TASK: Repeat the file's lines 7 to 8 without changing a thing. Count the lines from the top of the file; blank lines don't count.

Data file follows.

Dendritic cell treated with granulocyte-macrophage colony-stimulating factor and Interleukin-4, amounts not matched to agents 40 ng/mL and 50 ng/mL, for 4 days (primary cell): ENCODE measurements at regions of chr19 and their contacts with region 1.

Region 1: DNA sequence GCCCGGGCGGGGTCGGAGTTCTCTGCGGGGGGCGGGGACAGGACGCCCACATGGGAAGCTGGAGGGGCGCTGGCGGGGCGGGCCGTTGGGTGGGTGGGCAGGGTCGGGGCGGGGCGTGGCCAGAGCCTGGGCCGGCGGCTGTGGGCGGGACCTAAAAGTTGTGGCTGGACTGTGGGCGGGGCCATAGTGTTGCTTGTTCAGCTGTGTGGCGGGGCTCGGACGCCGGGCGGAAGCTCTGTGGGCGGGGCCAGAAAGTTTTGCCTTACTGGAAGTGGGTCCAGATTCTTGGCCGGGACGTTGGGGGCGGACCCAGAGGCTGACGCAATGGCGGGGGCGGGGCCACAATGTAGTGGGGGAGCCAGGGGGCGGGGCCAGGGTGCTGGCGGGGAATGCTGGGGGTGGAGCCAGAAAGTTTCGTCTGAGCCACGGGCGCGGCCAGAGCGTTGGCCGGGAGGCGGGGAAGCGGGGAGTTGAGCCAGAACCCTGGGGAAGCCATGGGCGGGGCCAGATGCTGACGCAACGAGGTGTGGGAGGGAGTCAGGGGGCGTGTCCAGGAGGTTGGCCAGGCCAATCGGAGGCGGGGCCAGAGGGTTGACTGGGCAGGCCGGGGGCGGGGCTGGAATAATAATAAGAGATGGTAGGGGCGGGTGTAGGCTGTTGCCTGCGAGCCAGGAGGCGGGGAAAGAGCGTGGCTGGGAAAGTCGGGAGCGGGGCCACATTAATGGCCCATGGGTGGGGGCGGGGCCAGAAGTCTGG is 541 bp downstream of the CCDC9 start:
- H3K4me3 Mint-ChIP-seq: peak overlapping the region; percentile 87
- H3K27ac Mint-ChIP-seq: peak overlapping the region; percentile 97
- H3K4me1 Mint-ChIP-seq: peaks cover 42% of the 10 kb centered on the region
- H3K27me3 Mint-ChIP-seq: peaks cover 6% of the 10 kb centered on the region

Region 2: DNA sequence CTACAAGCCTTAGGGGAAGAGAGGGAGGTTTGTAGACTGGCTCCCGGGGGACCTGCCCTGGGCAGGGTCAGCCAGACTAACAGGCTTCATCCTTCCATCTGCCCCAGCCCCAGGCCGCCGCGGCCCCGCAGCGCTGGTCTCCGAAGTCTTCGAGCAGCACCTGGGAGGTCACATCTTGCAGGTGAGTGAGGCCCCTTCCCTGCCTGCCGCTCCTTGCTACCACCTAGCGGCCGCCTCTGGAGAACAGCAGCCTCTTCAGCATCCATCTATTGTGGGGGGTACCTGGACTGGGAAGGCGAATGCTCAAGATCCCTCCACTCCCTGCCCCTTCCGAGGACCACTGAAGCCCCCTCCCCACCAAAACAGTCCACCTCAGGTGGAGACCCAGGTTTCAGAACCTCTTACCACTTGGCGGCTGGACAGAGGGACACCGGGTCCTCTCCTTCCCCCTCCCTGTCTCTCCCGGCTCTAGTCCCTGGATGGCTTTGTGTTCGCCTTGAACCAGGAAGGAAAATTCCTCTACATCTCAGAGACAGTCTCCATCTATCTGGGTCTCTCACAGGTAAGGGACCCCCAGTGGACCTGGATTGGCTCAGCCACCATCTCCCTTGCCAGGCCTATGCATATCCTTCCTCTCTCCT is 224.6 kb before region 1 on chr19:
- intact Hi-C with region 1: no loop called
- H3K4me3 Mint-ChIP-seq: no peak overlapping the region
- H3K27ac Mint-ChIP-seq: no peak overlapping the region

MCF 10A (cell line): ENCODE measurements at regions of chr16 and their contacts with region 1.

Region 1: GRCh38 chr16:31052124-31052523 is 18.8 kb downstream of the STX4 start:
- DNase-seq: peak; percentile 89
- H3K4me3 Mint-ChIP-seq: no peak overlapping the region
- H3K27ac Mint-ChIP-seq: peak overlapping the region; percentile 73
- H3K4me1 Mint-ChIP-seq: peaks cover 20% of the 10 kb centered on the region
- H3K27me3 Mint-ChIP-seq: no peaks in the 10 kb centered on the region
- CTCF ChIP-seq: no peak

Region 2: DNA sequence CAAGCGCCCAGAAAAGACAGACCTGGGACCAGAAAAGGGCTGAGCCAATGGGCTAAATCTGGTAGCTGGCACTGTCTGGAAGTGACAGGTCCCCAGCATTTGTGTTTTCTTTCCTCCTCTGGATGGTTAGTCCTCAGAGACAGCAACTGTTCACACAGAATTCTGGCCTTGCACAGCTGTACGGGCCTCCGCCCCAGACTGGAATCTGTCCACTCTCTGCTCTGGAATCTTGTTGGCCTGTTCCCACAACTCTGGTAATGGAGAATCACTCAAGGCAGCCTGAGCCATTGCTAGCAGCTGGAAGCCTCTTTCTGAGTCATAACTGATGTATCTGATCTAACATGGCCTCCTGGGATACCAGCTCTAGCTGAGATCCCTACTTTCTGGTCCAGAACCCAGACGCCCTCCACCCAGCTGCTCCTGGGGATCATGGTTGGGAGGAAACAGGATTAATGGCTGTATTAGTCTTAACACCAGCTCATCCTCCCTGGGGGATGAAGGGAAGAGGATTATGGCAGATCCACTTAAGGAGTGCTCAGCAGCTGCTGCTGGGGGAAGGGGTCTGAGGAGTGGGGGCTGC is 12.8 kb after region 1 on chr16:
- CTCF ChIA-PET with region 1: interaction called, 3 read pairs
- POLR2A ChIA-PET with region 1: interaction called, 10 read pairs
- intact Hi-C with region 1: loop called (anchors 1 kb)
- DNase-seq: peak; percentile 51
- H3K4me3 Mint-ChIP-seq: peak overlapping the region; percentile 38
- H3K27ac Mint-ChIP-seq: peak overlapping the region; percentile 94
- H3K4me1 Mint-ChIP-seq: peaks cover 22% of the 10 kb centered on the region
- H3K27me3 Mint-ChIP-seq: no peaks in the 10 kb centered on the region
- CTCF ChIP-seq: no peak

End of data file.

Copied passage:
Region 2: DNA sequence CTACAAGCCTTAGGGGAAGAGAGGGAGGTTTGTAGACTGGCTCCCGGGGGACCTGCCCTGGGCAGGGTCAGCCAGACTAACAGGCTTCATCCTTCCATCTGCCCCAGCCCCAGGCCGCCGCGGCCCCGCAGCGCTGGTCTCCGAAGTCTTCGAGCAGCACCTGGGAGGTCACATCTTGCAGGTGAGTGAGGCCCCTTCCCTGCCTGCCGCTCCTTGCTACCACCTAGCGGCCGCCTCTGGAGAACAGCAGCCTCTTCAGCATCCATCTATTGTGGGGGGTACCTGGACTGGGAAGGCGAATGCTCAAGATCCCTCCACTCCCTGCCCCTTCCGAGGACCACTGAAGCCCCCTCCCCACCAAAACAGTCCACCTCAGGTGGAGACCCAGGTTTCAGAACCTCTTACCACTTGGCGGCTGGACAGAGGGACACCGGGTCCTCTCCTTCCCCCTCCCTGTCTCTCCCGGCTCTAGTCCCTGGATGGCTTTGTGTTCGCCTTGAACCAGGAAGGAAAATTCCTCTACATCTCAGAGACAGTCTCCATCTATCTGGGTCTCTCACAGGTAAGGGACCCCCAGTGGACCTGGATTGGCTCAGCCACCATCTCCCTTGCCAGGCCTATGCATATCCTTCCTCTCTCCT is 224.6 kb before region 1 on chr19:
- intact Hi-C with region 1: no loop called